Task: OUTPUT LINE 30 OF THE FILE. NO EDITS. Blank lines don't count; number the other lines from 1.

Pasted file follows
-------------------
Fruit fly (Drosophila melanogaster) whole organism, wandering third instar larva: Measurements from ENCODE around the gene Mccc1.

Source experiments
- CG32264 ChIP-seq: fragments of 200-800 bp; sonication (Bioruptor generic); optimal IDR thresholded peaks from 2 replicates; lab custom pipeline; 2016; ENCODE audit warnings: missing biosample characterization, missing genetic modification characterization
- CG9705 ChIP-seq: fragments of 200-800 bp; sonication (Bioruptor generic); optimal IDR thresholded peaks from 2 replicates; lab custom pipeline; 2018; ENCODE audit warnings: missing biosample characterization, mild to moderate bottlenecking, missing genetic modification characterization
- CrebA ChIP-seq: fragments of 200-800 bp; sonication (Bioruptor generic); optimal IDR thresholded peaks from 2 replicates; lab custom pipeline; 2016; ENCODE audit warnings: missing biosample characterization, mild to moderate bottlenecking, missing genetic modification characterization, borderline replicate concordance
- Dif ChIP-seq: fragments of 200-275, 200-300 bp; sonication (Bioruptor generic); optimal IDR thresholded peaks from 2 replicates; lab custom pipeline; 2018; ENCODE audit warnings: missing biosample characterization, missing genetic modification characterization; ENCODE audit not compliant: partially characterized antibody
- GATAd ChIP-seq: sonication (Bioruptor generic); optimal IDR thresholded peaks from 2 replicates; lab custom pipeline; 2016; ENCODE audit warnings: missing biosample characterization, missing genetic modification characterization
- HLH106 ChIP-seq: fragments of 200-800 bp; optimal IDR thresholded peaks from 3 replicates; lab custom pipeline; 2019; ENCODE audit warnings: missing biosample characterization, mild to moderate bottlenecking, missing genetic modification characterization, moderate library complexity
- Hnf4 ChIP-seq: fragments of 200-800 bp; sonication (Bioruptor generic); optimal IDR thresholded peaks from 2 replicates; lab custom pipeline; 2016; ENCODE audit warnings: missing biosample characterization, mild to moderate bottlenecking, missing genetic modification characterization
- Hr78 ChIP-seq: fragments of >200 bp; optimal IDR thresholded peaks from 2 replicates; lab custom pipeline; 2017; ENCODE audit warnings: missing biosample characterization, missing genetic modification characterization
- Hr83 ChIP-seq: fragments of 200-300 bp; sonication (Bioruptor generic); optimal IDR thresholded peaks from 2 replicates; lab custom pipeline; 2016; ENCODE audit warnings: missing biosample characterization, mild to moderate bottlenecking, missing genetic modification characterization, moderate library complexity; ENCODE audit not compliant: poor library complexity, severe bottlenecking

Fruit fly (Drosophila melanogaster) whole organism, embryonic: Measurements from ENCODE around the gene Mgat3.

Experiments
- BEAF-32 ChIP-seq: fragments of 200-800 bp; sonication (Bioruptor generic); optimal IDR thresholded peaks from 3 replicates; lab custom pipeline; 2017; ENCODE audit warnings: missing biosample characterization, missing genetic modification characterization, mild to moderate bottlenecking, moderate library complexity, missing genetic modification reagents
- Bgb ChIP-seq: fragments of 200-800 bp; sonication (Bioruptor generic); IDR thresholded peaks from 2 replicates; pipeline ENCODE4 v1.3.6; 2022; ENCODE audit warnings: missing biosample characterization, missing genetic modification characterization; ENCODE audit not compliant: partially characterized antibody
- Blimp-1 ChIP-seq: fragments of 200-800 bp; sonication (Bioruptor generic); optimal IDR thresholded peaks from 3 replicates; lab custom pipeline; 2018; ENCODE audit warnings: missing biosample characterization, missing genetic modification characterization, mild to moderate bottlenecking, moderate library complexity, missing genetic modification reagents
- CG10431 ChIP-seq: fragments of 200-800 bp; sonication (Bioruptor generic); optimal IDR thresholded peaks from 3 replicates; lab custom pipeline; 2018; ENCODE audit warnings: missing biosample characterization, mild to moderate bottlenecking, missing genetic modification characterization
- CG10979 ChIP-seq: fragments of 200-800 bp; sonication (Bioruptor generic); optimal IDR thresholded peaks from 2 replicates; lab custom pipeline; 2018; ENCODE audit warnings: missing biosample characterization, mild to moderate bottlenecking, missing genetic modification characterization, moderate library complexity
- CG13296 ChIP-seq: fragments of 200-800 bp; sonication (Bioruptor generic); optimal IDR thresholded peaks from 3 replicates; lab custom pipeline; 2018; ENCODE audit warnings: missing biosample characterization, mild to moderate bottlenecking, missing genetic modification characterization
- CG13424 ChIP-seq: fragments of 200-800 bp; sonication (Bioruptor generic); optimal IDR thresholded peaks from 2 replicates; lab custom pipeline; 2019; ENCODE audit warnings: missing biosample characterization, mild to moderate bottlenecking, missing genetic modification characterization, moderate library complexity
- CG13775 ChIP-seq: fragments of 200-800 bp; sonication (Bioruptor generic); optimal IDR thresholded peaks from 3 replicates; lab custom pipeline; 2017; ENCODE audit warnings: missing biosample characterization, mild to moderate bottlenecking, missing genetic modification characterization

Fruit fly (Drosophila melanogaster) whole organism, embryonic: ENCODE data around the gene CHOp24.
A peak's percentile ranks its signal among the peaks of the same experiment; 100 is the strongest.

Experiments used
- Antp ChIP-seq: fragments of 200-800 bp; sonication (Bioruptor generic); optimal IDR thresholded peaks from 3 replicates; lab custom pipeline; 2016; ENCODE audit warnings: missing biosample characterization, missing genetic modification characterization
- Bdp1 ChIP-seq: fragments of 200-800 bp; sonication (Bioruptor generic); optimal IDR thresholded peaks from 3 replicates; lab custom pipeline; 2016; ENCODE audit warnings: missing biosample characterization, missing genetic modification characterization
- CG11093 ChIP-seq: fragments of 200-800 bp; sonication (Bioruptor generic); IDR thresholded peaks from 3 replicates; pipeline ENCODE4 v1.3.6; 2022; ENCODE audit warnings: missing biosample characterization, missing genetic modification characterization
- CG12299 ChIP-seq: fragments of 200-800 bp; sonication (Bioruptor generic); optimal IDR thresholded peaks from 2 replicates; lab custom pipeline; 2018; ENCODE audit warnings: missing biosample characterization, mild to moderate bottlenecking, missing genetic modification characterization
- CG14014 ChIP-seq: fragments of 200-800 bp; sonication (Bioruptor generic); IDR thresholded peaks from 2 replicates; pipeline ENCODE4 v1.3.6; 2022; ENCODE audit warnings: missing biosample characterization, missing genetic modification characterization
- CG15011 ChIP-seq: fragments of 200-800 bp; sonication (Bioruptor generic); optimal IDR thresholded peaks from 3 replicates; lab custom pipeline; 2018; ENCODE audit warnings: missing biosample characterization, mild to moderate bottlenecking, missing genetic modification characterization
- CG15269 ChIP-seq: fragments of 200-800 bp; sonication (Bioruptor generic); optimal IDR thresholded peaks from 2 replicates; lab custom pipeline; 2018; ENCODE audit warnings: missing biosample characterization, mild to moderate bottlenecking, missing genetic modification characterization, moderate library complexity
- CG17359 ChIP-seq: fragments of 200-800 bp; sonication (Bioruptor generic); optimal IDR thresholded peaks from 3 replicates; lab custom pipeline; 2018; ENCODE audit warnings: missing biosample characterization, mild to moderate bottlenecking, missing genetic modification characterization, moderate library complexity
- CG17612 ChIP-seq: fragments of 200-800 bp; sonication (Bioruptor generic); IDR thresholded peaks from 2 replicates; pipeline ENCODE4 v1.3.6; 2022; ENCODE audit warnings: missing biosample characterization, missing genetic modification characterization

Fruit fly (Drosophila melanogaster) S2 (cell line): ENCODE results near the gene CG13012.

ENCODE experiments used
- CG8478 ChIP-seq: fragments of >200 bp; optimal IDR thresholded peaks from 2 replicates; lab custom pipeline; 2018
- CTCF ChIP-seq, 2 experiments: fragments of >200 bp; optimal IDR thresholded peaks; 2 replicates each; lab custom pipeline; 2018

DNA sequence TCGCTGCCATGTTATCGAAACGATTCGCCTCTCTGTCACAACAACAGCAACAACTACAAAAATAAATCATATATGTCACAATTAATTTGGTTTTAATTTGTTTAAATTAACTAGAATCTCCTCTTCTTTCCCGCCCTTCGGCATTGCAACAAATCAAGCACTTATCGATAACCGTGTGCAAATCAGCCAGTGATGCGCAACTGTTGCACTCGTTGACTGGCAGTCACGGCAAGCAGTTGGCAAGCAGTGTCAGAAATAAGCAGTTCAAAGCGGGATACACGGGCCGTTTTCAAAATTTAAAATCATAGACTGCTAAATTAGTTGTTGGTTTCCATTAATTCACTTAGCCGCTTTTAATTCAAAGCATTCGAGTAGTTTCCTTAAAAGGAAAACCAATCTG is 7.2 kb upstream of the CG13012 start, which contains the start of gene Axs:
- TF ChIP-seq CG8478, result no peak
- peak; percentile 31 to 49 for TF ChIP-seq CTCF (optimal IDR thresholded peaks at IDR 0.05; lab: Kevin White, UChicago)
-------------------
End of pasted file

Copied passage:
- CG15011 ChIP-seq: fragments of 200-800 bp; sonication (Bioruptor generic); optimal IDR thresholded peaks from 3 replicates; lab custom pipeline; 2018; ENCODE audit warnings: missing biosample characterization, mild to moderate bottlenecking, missing genetic modification characterization